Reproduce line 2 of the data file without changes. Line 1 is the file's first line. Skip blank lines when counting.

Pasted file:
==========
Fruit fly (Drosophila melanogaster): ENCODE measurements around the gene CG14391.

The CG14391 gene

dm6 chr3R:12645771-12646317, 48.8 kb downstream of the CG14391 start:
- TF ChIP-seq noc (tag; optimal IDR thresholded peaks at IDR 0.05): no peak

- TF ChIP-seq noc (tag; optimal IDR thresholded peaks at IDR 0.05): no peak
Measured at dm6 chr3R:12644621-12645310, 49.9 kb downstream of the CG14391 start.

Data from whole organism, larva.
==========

The CG14391 gene